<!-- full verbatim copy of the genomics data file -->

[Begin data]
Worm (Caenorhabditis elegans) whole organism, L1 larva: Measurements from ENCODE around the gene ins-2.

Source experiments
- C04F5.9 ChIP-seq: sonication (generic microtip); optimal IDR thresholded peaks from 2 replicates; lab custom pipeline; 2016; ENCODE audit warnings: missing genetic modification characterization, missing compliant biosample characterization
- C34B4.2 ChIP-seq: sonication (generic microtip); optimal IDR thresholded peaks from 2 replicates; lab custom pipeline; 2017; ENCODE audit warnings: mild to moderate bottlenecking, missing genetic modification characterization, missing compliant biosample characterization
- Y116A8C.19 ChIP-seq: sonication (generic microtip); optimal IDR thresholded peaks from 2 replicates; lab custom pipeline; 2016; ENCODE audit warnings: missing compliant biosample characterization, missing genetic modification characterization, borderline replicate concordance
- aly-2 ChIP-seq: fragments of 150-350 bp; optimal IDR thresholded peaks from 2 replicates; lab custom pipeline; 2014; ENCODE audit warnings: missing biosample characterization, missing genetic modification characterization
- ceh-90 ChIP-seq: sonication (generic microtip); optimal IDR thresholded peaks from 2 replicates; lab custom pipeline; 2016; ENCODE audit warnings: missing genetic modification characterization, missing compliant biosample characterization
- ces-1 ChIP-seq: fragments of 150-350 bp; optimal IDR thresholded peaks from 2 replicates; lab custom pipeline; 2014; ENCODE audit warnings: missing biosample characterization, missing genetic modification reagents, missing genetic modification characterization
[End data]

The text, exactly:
Worm (Caenorhabditis elegans) whole organism, L1 larva: Measurements from ENCODE around the gene ins-2.

Source experiments
- C04F5.9 ChIP-seq: sonication (generic microtip); optimal IDR thresholded peaks from 2 replicates; lab custom pipeline; 2016; ENCODE audit warnings: missing genetic modification characterization, missing compliant biosample characterization
- C34B4.2 ChIP-seq: sonication (generic microtip); optimal IDR thresholded peaks from 2 replicates; lab custom pipeline; 2017; ENCODE audit warnings: mild to moderate bottlenecking, missing genetic modification characterization, missing compliant biosample characterization
- Y116A8C.19 ChIP-seq: sonication (generic microtip); optimal IDR thresholded peaks from 2 replicates; lab custom pipeline; 2016; ENCODE audit warnings: missing compliant biosample characterization, missing genetic modification characterization, borderline replicate concordance
- aly-2 ChIP-seq: fragments of 150-350 bp; optimal IDR thresholded peaks from 2 replicates; lab custom pipeline; 2014; ENCODE audit warnings: missing biosample characterization, missing genetic modification characterization
- ceh-90 ChIP-seq: sonication (generic microtip); optimal IDR thresholded peaks from 2 replicates; lab custom pipeline; 2016; ENCODE audit warnings: missing genetic modification characterization, missing compliant biosample characterization
- ces-1 ChIP-seq: fragments of 150-350 bp; optimal IDR thresholded peaks from 2 replicates; lab custom pipeline; 2014; ENCODE audit warnings: missing biosample characterization, missing genetic modification reagents, missing genetic modification characterization